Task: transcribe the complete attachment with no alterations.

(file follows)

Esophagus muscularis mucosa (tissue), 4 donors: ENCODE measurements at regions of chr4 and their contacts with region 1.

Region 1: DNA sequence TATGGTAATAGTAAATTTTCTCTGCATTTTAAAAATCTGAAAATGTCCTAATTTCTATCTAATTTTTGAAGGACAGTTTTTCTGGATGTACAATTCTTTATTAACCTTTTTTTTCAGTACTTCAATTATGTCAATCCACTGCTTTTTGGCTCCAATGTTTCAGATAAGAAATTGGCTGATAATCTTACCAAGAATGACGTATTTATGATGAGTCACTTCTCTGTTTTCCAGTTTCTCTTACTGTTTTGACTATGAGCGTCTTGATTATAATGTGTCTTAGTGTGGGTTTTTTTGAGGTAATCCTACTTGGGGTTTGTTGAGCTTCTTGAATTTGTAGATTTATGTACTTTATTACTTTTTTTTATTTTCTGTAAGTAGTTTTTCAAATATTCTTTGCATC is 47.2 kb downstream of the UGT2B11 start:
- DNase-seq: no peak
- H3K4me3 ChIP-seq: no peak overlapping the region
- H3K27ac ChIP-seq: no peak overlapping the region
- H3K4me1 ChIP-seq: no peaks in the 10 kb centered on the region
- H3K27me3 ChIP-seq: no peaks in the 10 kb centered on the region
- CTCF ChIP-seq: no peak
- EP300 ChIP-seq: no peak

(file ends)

Esophagus muscularis mucosa (tissue), 4 donors: ENCODE measurements at regions of chr4 and their contacts with region 1.

Region 1: DNA sequence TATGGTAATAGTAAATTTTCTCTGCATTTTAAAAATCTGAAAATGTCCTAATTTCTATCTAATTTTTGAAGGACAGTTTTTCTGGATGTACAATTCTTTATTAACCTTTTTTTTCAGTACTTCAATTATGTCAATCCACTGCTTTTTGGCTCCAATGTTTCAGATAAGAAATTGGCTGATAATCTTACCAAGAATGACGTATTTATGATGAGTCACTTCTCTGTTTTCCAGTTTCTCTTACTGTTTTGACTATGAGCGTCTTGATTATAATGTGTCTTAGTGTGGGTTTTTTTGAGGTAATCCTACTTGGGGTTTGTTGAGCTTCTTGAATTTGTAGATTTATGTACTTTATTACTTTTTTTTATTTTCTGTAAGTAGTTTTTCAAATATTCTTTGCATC is 47.2 kb downstream of the UGT2B11 start:
- DNase-seq: no peak
- H3K4me3 ChIP-seq: no peak overlapping the region
- H3K27ac ChIP-seq: no peak overlapping the region
- H3K4me1 ChIP-seq: no peaks in the 10 kb centered on the region
- H3K27me3 ChIP-seq: no peaks in the 10 kb centered on the region
- CTCF ChIP-seq: no peak
- EP300 ChIP-seq: no peak